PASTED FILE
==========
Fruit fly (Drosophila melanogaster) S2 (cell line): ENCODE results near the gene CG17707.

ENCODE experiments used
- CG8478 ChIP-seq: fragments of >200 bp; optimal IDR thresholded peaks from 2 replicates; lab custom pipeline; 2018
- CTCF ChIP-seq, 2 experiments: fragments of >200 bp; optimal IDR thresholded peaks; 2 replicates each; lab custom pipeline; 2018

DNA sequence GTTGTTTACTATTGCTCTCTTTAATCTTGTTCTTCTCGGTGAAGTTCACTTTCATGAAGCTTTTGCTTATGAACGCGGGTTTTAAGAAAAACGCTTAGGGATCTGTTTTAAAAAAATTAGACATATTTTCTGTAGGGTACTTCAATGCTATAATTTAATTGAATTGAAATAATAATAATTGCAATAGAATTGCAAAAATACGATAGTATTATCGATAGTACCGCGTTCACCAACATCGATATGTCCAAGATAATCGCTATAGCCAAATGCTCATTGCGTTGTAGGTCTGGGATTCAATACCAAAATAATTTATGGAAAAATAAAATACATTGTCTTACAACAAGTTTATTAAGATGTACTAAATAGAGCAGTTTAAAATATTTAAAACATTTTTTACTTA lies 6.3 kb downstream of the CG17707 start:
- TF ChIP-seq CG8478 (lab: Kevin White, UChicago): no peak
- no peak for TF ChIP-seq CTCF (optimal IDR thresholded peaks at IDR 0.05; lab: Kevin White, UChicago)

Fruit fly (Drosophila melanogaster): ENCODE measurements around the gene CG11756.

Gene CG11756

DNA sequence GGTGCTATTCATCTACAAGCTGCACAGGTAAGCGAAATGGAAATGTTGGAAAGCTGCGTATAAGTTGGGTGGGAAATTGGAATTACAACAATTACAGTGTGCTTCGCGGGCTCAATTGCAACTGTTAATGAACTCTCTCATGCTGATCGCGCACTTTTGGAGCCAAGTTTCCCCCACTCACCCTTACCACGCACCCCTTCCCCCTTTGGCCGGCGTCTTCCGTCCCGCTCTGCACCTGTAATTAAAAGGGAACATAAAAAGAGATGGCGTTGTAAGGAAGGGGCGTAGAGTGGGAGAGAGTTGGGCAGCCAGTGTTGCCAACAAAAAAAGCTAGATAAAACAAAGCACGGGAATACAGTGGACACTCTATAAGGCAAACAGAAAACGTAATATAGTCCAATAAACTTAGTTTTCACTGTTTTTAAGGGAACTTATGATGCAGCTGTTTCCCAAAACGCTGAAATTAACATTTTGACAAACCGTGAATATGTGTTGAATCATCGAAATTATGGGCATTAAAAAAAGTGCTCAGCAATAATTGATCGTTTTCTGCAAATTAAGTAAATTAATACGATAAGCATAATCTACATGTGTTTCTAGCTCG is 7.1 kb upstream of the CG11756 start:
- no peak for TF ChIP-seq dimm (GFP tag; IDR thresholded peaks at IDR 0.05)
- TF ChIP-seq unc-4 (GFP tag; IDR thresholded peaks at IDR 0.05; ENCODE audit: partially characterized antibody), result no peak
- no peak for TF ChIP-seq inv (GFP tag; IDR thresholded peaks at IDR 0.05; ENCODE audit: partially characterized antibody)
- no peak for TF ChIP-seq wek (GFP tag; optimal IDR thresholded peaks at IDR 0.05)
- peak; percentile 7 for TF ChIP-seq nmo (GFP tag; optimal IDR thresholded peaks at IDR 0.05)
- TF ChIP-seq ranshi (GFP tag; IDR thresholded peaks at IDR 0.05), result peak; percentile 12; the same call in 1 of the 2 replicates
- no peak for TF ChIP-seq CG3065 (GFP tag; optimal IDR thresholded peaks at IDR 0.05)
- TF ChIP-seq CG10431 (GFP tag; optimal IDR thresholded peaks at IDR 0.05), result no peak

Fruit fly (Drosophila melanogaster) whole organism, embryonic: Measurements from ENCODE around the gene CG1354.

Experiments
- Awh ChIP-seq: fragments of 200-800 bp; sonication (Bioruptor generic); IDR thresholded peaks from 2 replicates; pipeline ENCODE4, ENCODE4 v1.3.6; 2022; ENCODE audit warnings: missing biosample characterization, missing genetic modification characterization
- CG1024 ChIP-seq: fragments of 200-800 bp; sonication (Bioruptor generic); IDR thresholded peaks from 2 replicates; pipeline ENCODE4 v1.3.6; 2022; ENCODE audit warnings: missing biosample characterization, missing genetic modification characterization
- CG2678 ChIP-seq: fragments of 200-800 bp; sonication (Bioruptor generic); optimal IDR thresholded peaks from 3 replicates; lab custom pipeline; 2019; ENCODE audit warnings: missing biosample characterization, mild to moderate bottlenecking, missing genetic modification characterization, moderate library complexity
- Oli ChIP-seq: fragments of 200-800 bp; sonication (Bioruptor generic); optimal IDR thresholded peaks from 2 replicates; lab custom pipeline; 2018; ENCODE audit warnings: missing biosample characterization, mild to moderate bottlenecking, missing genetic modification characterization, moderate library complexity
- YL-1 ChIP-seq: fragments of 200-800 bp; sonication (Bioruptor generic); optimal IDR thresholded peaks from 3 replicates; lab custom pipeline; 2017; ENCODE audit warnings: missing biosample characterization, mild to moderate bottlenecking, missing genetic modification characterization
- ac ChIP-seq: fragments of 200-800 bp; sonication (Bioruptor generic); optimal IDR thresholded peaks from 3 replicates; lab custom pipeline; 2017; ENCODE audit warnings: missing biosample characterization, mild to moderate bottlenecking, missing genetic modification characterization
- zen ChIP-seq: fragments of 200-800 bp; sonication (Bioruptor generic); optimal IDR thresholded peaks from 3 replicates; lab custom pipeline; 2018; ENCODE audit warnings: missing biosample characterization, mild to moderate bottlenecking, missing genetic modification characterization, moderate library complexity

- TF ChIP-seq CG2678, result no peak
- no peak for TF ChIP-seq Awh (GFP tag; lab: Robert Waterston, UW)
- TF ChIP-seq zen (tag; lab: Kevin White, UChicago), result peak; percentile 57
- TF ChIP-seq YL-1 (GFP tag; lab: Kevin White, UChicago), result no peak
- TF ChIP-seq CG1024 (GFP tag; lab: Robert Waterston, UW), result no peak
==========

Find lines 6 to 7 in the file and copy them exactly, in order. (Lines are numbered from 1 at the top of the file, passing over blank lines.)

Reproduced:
- TF ChIP-seq CG8478 (lab: Kevin White, UChicago): no peak
- no peak for TF ChIP-seq CTCF (optimal IDR thresholded peaks at IDR 0.05; lab: Kevin White, UChicago)